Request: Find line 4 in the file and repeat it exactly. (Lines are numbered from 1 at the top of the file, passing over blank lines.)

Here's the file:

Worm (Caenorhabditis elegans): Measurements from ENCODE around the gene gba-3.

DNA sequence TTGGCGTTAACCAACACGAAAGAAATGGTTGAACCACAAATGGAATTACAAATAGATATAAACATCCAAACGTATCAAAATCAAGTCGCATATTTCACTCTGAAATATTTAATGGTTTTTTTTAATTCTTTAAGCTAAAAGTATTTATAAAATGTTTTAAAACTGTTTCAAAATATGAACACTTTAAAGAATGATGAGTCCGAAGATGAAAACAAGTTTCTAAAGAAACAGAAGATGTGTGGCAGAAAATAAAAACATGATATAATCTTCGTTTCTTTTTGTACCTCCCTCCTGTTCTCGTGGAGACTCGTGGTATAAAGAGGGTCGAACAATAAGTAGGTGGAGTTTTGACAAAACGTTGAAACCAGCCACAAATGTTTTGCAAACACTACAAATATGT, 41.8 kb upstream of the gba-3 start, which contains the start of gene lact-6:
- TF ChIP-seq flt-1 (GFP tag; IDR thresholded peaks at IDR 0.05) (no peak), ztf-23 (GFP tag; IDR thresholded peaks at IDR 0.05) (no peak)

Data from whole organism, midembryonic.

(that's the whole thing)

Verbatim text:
Data from whole organism, midembryonic.